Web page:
Just before I typed this, I have finished frost-proofing most of my semi-tender plants in containers. The forecast says that we will have some cold Arctic air arriving tonight and it will get down to around 34F with the next night even colder. Normally what we have here in the Bay Area is dry freeze with clear nights and no wind. For that I usually just put up umbrellas and awnings, and use anti-transpirant such as Cloud Cover if it is below 28F. But this time it looks like it is going to be a rare wet freeze. Hopefully it will not go down below 32F, or my garage will be completely filled with plant refugees.
This year is an El Nino year, and usually that means wetter but milder weather through the winter. I still remember the last major El Nino in 1998 when it seemed to have rained non-stop from January to May with a few flooding events thrown in. So far this fall is a particularly mild one as proven by these wild mustards at an empty former orchard field near where I live:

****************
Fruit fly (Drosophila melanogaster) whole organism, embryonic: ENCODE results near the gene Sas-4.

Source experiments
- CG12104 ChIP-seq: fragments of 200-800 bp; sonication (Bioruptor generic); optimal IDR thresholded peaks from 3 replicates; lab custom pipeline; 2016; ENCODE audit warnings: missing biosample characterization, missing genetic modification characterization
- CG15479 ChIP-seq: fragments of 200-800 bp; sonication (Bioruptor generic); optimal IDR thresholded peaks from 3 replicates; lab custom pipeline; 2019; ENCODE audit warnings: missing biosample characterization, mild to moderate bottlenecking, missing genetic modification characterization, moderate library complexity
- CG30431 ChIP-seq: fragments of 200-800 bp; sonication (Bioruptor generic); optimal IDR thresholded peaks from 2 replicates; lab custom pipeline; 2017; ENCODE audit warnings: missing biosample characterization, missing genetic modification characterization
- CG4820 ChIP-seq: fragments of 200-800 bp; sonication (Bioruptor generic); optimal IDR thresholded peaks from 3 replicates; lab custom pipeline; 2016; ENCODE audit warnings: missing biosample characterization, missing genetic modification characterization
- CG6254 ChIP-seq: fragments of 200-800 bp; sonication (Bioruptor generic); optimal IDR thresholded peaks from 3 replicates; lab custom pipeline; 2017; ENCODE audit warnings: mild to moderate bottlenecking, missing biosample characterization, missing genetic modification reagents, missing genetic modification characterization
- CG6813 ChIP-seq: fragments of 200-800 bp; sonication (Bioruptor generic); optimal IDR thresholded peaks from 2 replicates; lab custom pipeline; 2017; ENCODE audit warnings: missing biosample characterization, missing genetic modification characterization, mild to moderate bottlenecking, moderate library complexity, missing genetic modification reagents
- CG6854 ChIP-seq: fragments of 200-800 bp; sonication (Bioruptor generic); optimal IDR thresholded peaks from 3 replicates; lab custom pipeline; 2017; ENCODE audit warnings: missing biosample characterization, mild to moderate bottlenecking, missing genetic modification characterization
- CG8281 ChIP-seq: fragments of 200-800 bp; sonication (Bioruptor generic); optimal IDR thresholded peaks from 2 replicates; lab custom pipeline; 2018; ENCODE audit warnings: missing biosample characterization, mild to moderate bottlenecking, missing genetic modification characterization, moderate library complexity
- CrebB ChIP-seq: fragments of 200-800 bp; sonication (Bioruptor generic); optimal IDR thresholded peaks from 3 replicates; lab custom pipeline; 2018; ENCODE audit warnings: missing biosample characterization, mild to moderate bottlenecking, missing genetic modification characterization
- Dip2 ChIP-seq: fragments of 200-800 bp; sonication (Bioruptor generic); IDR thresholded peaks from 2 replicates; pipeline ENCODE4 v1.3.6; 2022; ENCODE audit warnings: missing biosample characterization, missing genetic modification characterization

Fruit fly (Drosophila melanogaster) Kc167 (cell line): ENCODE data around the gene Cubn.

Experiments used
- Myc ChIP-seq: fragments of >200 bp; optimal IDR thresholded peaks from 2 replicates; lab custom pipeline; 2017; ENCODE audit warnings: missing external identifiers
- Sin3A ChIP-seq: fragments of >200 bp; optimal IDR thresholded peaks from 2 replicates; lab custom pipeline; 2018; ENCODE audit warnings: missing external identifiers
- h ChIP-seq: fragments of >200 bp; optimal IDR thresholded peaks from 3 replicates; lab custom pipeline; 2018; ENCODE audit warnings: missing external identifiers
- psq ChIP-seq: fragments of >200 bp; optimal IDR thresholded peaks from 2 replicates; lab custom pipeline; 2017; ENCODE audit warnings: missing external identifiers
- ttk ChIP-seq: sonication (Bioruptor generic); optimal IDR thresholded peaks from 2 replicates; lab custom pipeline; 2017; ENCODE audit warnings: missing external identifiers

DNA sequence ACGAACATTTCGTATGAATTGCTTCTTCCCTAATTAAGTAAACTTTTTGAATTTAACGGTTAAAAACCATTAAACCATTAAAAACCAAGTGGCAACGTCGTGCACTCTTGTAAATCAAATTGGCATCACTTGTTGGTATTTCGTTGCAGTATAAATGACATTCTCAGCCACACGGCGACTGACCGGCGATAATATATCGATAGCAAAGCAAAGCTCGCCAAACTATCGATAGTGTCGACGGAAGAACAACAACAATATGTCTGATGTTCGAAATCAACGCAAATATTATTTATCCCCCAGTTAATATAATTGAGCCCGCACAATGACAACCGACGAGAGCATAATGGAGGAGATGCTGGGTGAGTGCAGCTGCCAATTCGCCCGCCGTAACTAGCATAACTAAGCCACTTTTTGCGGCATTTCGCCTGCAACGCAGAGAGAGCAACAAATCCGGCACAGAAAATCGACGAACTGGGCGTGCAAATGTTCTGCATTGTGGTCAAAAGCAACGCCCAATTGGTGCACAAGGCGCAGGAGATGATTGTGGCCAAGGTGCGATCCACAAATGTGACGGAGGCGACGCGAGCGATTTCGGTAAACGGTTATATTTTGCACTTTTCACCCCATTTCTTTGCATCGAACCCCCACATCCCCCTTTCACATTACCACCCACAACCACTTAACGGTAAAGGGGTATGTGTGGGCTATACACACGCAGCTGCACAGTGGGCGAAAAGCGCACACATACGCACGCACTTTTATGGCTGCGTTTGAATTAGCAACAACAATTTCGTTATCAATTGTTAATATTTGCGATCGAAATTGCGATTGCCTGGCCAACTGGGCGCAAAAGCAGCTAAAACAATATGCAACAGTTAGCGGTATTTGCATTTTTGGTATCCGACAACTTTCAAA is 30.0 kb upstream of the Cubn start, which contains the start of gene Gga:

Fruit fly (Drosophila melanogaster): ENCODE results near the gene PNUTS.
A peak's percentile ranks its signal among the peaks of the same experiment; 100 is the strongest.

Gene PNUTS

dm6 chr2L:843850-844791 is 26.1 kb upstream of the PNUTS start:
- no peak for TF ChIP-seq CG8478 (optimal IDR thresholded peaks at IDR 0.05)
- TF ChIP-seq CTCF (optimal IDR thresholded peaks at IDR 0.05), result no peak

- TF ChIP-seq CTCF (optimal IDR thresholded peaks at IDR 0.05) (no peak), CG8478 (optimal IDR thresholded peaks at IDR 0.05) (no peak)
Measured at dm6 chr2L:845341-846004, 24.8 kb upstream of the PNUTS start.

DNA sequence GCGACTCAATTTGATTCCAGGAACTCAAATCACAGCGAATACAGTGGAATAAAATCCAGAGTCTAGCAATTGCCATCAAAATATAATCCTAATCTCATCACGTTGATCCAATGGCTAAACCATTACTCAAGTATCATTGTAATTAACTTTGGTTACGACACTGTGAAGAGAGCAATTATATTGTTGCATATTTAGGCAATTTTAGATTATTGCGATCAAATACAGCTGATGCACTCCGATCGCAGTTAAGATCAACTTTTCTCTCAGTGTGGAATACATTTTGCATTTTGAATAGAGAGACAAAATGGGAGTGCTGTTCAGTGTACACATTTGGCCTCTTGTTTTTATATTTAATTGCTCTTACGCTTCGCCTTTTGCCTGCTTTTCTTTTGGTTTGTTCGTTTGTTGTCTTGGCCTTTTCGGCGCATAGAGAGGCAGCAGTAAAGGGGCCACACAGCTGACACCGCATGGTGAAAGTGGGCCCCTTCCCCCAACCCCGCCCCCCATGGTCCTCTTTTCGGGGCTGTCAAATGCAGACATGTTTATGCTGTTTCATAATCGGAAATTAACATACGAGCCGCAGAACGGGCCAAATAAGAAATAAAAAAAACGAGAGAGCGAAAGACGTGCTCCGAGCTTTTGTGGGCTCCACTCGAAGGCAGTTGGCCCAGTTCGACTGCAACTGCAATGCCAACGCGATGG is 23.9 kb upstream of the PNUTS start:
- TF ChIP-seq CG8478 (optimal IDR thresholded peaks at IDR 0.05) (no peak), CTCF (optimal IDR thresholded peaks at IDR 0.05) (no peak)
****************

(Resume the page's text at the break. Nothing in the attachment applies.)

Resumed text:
Fields of gold
Normally this kind of show is reserved for March, but this year is definitely not normal. One English poet once said: “If winter comes, can spring be far behind?”. It seems like spring has cut the line this time and I hope that she won’t get punished too severely.